Discovery Times Square on 44th Street, between Broadway & 8th Ave., is currently presenting outstanding exhibits designed to provide glimpses into two very different worlds. “Pompeii: Life and Death in the Shadow of Vesuvius” takes us back 2,000 years into ancient Italy and “Harry Potter the Exhibition” allows us to walk into the fantasy universe created by J. K. Rowling. www.discoverytsx.com
Pompeii opens with a two minute video that orients you to the history and culture of the 25,000 inhabitants of Pompeii. The city was founded in 7 BC by the Oscans and named for the number five. This international coastal city thrived until August of 79 BC when Mt. Vesuvius erupted sending a burst of pyroclastic (hot gas) and then covering the area with waves of ash and pumice.
The exhibition is divided into two sections with more than 250 artifacts. The first area features items that were recovered when the city was rediscovered including statuary, frescoes, coins, pottery, wine bottles and two magnificent herma, delicately carved columns with sculpted heads. One of the most interesting galleries is for adults only and displays a replica of a room in one of the 40 brothels that existed in Pompeii at the time.
The second part of the exhibition begins with a time-lapse film that allows visitors to live through the eruption hour by hour as the floor vibrates and the wind blows. As the screen goes dark you move into a gallery filled with a mass display of skeletons and the largest collection of body casts ever presented still in the poignant poses in which they were overcome. The final gallery showcases items from their daily lives.
Harry Potter and company are on the final leg of their American journey and they will be on view at Discovery until September 5, 2011. This exhibition is an absolute must for anyone who is a fan of the books or movies. Entry is timed and guests have the option of purchasing an audio tour and having a souvenir photo taken.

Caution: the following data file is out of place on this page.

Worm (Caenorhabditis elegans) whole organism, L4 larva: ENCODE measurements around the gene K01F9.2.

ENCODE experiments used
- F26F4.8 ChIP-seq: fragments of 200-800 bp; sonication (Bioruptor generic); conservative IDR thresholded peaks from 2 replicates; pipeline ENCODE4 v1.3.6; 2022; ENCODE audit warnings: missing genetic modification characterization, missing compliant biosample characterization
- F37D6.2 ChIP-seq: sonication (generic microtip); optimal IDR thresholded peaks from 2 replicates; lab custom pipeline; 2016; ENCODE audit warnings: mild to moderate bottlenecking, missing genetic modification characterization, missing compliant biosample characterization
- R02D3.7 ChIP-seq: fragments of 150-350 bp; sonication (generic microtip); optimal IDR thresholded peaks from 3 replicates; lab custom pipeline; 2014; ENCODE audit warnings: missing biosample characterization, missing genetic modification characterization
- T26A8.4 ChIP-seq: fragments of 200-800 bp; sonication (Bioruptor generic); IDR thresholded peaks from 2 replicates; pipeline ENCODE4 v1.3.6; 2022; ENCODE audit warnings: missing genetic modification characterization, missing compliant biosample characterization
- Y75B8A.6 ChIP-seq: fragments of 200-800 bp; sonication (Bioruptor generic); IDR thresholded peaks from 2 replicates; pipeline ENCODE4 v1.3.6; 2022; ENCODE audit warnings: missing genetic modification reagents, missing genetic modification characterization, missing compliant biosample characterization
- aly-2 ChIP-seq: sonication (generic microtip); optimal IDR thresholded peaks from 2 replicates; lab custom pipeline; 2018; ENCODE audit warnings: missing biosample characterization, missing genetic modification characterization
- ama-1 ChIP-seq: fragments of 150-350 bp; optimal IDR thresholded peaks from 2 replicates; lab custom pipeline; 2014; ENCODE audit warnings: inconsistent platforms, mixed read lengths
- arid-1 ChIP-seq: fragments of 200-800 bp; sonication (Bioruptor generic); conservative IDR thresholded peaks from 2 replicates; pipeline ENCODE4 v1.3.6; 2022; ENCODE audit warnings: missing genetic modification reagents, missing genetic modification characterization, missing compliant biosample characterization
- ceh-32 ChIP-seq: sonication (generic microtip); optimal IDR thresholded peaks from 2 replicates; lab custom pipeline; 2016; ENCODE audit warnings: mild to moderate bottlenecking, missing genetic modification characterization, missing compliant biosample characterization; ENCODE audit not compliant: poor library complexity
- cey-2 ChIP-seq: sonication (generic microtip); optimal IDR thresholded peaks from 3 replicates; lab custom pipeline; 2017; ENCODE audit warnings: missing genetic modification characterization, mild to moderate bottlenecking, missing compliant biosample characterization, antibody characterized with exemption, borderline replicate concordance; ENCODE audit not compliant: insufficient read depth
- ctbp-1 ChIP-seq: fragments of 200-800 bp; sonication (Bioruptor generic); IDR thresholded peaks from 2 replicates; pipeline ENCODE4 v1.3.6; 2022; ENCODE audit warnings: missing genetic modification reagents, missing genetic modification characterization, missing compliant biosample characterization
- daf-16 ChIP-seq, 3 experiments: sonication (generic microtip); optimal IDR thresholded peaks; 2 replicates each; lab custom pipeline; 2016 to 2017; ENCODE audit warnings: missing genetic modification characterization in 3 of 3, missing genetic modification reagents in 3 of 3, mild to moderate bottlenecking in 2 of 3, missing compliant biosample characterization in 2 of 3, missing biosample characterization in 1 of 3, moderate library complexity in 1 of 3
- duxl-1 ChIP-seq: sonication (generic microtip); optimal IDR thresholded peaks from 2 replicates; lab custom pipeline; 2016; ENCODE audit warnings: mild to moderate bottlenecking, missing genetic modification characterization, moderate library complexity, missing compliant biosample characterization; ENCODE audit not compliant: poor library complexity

To enter the exhibition visitors walk through the train station and are led into the foyer of Hogwarts where a wizard invites newcomers to put on the sorting hat.
The City College of NY has opened the inaugural season of the professional New Harlem Arts Theatre with an After being sorted you gain entrée into the school corridor where the portraits move as you pass. The tour continues with hundreds of authentic movie props and costumes and video screens playing portions of the movies that show when and how the items were used in the films.
Film-like settings have been recreated such as Hagrid’s Hut, the Gryffindor™ common room, the Forbidden Forest and the furnished dorm rooms of Harry and Ron. Fans will recognize such familiar items as Harry’s glasses, the invisibility cloak, Riddle’s diary and Quidditch™ paraphernalia. A highlight of the tour is a walk through the Great Hall complete with floating candles.
Ellington set the directions to Harlem to music and made the A Train famous but if you are in search of an above ground alternative the M4 bus is your best bet. For $2.50 visitors can take the bus on Madison Ave, northward and then return south on Fifth Ave. The ride is spectacular, you pass all the renowned designer shops, the Guggenheim, St. Patrick’s Cathedral, the NY Library, and when riding through Harlem you pass iconic statues of Duke Ellington and Frederick Douglass.
The City College of NY has premiered the inaugural season of the professional New Harlem Arts Theatre’s arresting production of James Baldwin’s “Blues for Mister Charlie” at Aaron Davis Hall. This is one of the first times the play has been staged since it opened on Broadway in 1964 with Baldwin dedicating the play to the memory of Medgar Evers and his family and the murdered children of Birmingham.
Baldwin’s work is loosely based on the 1955 murder of Emmett Till and allied issues of justice, race, civil rights, gender and class. In the hands of a less deft director and cast this issue-laden play would come off as preachy instead of the masterfully complex concoction that the audience experiences. The play still stands as a clarion call for action against injustice and inequality.
“Blues for Mr. Charlie” closes on the 17th of July to be followed by “It Ain’t Nothin’ But the Blues” from July 28th through August 21st. 135th Street and Convent Ave. www.harlemartstheatre.org
The Affinia Manhattan hotel, 371 Seventh Avenue, is offering a “Take a Pass on Gas” special if you book by July 31st and travel by Sept. 5th. If arriving via mass transit you show your ticket at check in and receive a $20 gas card. www,affinia.com/gaspass
I wish you smooth and sizzling travels!
The 45th Smithsonian Folklife Festival opened on June 30th and will continue from July 7-11 on the National Mall. This year’s themes are the Peace Corps and Rhythm and Blues and the featured country is Colombia. Visitors can immerse themselves in the traditions and heritage that make Colombia a unique destination filled with bio and cultural diversity. www.festival.si.edu/2011/schedule_06_30.aspx